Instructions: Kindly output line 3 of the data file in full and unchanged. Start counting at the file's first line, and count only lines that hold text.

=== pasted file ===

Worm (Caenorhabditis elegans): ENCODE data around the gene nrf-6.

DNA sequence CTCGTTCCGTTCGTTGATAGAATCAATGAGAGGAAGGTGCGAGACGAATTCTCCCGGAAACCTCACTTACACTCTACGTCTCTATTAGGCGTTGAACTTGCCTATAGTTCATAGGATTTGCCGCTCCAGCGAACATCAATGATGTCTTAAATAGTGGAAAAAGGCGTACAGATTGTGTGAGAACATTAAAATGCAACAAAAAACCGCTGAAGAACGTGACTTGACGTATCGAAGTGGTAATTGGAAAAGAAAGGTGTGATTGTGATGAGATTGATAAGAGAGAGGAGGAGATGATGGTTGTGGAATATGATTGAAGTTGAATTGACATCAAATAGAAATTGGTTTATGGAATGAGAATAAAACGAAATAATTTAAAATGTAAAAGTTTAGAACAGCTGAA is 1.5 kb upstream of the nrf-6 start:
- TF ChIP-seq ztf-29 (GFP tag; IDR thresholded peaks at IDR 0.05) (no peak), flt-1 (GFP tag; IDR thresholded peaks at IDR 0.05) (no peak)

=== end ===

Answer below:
- TF ChIP-seq ztf-29 (GFP tag; IDR thresholded peaks at IDR 0.05) (no peak), flt-1 (GFP tag; IDR thresholded peaks at IDR 0.05) (no peak)